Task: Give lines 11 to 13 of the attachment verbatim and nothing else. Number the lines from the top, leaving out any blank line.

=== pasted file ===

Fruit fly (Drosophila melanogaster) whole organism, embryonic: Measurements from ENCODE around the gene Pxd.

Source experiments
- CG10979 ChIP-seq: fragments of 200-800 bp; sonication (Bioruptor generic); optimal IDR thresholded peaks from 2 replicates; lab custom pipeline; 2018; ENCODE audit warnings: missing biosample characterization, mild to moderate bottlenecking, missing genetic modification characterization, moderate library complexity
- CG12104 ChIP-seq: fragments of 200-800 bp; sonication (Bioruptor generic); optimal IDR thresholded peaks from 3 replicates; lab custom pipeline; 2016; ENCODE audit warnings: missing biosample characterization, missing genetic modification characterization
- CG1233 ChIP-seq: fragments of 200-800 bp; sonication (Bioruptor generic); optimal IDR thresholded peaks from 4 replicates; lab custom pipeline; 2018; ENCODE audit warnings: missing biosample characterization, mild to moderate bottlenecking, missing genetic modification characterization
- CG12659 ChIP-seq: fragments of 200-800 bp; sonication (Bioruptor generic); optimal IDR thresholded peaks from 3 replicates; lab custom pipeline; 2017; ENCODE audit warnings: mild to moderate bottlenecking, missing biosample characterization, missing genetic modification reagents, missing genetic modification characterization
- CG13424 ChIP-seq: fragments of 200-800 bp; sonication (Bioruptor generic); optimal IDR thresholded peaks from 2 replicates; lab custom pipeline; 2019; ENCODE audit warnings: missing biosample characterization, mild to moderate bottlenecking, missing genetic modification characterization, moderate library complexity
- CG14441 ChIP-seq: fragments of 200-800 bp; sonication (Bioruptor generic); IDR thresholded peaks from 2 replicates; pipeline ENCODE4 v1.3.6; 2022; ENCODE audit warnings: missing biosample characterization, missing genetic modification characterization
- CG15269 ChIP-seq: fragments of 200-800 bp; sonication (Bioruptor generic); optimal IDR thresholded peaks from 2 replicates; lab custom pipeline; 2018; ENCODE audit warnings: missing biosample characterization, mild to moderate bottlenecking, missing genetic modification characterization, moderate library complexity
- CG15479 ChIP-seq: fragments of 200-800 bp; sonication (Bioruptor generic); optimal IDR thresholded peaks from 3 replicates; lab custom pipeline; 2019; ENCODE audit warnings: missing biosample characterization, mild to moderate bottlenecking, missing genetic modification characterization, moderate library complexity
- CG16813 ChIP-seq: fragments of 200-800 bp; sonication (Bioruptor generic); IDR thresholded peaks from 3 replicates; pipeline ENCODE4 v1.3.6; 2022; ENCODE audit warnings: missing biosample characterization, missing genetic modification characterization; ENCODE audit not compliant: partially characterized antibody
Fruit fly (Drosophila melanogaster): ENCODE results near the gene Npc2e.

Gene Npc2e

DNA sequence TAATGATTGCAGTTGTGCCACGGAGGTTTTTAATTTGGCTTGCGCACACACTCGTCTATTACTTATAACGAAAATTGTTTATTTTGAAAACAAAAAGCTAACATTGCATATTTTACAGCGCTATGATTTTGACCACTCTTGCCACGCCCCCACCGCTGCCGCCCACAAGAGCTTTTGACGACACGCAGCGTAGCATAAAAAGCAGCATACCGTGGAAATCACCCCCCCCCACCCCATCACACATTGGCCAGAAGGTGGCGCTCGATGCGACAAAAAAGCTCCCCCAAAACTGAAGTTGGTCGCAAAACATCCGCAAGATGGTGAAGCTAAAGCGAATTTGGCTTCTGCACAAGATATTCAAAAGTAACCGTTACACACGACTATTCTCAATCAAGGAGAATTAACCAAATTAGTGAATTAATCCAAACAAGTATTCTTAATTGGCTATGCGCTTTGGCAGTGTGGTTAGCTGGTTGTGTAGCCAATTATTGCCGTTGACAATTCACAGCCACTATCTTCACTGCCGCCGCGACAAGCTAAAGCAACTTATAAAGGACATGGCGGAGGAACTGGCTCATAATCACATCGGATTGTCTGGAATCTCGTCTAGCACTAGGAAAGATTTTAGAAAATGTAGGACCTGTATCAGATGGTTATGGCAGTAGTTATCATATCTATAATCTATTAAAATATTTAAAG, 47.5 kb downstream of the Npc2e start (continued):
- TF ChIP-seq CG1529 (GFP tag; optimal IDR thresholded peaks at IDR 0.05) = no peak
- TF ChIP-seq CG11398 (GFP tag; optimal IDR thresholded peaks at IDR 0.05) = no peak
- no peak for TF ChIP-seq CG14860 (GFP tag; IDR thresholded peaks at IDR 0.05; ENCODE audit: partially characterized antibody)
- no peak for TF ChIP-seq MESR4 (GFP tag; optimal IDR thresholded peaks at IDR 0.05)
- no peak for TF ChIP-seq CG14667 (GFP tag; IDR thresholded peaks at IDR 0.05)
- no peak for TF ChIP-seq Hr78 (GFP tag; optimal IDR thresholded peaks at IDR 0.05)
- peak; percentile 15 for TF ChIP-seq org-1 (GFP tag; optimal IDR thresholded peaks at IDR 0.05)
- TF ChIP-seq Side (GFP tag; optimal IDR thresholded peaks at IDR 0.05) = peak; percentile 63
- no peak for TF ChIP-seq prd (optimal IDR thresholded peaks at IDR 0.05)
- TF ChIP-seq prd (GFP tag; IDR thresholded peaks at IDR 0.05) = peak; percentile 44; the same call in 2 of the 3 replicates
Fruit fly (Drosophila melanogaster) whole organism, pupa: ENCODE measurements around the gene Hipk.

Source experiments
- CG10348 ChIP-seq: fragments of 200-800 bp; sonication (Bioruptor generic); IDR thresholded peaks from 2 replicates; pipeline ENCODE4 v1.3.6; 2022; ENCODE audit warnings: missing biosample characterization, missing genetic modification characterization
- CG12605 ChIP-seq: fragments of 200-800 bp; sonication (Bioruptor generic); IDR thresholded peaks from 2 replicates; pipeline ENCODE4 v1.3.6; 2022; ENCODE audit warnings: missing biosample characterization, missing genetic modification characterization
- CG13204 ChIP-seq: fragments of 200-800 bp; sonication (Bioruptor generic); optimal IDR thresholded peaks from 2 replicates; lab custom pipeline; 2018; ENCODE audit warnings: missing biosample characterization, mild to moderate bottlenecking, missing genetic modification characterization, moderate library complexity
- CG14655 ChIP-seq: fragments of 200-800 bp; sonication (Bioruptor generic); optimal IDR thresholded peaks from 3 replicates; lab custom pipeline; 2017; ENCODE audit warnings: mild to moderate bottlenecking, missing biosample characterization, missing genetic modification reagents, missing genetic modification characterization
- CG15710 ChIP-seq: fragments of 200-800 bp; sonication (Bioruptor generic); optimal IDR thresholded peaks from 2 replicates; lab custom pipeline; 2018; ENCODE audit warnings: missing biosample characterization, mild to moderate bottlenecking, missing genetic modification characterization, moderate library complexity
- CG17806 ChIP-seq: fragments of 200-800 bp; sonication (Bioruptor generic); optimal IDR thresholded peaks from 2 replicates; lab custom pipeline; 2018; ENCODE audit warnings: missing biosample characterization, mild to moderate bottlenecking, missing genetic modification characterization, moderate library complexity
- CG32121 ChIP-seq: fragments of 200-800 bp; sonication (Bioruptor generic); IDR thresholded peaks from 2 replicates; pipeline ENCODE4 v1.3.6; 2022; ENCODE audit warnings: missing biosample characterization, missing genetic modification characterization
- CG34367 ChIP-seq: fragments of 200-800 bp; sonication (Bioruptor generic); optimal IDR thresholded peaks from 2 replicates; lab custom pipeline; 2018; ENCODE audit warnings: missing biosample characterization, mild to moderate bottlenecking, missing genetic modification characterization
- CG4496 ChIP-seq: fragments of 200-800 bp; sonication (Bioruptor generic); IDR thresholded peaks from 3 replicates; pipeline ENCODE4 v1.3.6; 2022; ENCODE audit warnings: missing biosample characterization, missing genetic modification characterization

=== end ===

- CG16813 ChIP-seq: fragments of 200-800 bp; sonication (Bioruptor generic); IDR thresholded peaks from 3 replicates; pipeline ENCODE4 v1.3.6; 2022; ENCODE audit warnings: missing biosample characterization, missing genetic modification characterization; ENCODE audit not compliant: partially characterized antibody
Fruit fly (Drosophila melanogaster): ENCODE results near the gene Npc2e.

Gene Npc2e